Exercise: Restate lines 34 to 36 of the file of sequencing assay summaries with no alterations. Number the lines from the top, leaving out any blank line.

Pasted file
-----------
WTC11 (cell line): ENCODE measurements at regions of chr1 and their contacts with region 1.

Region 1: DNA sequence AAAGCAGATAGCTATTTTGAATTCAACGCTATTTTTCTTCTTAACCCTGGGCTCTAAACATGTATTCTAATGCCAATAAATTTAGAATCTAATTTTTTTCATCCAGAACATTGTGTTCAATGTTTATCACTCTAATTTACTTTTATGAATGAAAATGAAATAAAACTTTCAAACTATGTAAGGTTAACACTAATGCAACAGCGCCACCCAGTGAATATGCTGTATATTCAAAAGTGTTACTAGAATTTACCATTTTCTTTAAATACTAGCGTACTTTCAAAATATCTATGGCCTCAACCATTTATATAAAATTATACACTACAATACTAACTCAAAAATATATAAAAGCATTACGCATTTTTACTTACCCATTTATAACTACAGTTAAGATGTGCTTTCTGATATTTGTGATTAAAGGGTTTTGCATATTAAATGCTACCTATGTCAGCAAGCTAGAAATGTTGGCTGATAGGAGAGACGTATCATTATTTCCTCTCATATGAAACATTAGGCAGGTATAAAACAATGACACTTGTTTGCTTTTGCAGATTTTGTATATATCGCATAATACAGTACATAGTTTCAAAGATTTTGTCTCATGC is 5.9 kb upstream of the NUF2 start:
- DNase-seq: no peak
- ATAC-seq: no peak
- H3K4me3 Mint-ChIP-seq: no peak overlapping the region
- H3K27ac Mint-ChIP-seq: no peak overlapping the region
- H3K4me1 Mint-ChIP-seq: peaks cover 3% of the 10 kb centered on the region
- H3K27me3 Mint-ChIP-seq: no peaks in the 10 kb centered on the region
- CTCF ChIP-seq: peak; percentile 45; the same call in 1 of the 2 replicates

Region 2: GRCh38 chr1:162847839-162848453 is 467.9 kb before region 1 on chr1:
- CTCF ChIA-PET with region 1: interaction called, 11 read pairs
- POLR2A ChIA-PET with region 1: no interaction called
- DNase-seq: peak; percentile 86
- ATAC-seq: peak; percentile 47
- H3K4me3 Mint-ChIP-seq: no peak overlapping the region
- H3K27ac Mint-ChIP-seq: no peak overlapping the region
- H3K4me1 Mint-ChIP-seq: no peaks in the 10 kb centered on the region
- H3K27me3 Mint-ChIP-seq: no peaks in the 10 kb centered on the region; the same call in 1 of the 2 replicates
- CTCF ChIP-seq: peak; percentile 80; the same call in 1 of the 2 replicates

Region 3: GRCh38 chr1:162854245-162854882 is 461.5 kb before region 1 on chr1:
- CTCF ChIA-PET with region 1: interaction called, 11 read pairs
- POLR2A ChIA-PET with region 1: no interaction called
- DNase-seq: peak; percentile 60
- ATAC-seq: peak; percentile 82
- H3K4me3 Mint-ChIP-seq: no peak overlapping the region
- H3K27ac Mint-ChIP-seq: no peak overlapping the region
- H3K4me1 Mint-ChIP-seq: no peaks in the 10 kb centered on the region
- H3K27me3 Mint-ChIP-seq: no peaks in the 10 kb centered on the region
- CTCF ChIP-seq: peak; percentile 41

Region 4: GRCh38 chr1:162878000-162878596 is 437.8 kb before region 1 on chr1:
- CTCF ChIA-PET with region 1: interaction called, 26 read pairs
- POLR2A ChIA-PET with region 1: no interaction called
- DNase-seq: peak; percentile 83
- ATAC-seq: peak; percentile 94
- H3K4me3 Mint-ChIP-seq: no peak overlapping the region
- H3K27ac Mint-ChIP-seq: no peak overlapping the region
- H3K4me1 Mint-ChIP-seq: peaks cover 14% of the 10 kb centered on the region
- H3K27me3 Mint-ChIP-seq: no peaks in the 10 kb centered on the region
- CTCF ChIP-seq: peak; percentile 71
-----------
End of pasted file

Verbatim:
- ATAC-seq: peak; percentile 94
- H3K4me3 Mint-ChIP-seq: no peak overlapping the region
- H3K27ac Mint-ChIP-seq: no peak overlapping the region